Contents 1 History 2 Examples 3 See also 4 Notes and references 5 Further reading


History[edit] In his 1976 book The Selfish Gene,[1] Richard Dawkins suggested the idea of selfish DNA in reaction to the then fairly new revelation of the large proportion of noncoding DNA in eukaryotic genomes. In 1980, two articles in the journal Nature expanded and discussed the concept.[2][3] According to one of these articles: The theory of natural selection, in its more general formulation, deals with the competition between replicating entities. It shows that, in such a competition, the more efficient replicators increase in number at the expense of their less efficient competitors. After a sufficient time, only the most efficient replicators survive. — L.E. Orgel & F.H.C. Crick, Selfish DNA: the ultimate parasite.[3] In the purest forms of the concepts, units of genetically functional DNA might be viewed as "replicating entities" that affect their replication by manipulating the physiological activities of the cell that they control; in contrast, units of selfish DNA affect their replication by exploiting existing DNA and DNA-manipulating mechanisms in the cell, notionally without significantly affecting the fitness of the organism in other respects. Irrespective of the strict definition of selfish DNA, there is no sharp, definitive boundary between the concepts of selfish DNA and genetically functional DNA. Often it also is difficult to establish whether a unit of noncoding DNA is functionally important or not, and if important, in what way. What is more, it is not always easy to distinguish between some instances of selfish DNA and some types of viruses.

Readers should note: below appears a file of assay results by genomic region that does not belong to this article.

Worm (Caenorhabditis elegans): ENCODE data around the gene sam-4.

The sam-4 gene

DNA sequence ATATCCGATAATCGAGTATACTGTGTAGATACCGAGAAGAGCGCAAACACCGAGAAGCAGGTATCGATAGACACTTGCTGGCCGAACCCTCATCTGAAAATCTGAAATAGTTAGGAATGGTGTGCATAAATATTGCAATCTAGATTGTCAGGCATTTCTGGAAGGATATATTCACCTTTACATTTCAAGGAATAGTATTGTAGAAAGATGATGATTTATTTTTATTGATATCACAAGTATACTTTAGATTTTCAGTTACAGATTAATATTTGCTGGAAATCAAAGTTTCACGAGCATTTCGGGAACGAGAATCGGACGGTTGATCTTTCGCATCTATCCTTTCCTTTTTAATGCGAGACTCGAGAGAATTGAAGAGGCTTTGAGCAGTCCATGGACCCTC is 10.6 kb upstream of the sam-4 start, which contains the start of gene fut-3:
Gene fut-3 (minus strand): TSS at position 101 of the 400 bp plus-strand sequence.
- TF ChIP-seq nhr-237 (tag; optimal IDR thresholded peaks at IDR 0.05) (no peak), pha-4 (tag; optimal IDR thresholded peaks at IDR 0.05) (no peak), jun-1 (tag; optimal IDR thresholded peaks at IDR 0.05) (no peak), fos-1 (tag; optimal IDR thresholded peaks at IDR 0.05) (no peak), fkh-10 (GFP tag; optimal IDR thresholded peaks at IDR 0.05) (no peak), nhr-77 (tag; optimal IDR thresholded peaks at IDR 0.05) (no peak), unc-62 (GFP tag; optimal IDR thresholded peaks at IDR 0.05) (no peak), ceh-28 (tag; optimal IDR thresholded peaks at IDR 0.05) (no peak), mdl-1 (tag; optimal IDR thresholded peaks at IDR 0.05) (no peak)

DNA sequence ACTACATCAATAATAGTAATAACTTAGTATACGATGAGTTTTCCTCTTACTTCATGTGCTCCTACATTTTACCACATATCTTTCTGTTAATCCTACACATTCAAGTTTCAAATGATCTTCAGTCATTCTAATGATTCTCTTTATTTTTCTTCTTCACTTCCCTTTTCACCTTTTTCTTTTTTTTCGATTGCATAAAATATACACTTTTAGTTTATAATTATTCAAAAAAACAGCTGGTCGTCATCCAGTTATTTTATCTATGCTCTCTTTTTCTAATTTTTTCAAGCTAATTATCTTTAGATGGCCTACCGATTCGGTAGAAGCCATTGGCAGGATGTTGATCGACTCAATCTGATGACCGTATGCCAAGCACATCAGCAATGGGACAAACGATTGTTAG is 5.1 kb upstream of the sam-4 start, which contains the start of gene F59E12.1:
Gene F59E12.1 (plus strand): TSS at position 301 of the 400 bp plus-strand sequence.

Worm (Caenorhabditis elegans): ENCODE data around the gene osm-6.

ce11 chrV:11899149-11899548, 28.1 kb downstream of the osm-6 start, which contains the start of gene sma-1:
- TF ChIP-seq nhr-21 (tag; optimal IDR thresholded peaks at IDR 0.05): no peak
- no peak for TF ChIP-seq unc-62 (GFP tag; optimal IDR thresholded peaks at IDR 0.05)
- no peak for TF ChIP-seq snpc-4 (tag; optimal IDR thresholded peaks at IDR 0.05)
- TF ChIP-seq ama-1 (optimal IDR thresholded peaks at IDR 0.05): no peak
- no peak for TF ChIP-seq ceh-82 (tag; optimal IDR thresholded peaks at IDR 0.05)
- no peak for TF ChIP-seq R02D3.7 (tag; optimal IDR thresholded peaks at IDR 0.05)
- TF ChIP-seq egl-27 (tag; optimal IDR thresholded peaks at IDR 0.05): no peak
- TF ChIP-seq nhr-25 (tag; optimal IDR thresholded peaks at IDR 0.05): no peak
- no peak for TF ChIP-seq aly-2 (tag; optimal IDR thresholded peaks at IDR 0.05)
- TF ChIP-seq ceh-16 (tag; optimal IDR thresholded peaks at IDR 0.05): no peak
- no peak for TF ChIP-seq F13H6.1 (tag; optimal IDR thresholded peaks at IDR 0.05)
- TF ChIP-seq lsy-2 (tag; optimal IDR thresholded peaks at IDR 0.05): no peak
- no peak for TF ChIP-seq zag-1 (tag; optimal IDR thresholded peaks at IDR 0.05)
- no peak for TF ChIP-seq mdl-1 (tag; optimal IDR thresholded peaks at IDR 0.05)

Examples[edit] Transposons copy themselves to different loci inside the genome. These elements constitute a large fraction of eukaryotic genome sizes (C-values): about 45% of the human genome is composed of transposons and their defunct remnants. Homing endonuclease genes (HEGs) cleave DNA at its own site on the homologous chromosome, triggering the DNA double-stranded break repair system, which "repairs" the break by copying the HEG onto the homologous chromosome. HEGs have been characterized in yeast, and can only survive by passing between multiple isolated populations or species. Supernumerary B chromosomes are non-essential chromosomes that are transmitted in higher-than-expected frequencies, which leads to their accumulation in progenies.


See also[edit] C-value enigma Endogenous retrovirus Gene-centered view of evolution Genome size Intragenomic conflict Introns: introns as mobile genetic elements Junk DNA Mobile genetic elements Mutation Noncoding DNA Retrotransposon Transposable element


Notes and references[edit] ^ Dawkins, Richard R. (1976). The Selfish Gene. New York: Oxford University Press. ISBN 978-0-198-57519-1. OCLC 2681149.  ^ Doolittle WF, Sapienza C (1980). "Selfish genes, the phenotype paradigm and genome evolution". Nature. 284 (5757): 601–603. doi:10.1038/284601a0. PMID 6245369.  ^ a b Orgel LE, Crick FHC (1980). "Selfish DNA: the ultimate parasite". Nature. 284 (5757): 604–607. doi:10.1038/284604a0. PMID 7366731. 


Further reading[edit] Burt, Austin & Trivers, Robert 2006. Genes in conflict: the biology of selfish genetic elements. Harvard University Press. ISBN 978-0-674-02722-0 Retrieved from "https://en.wikipedia.org/w/index.php?title=Selfish_genetic_element&oldid=813013134" Categories: DNASelection


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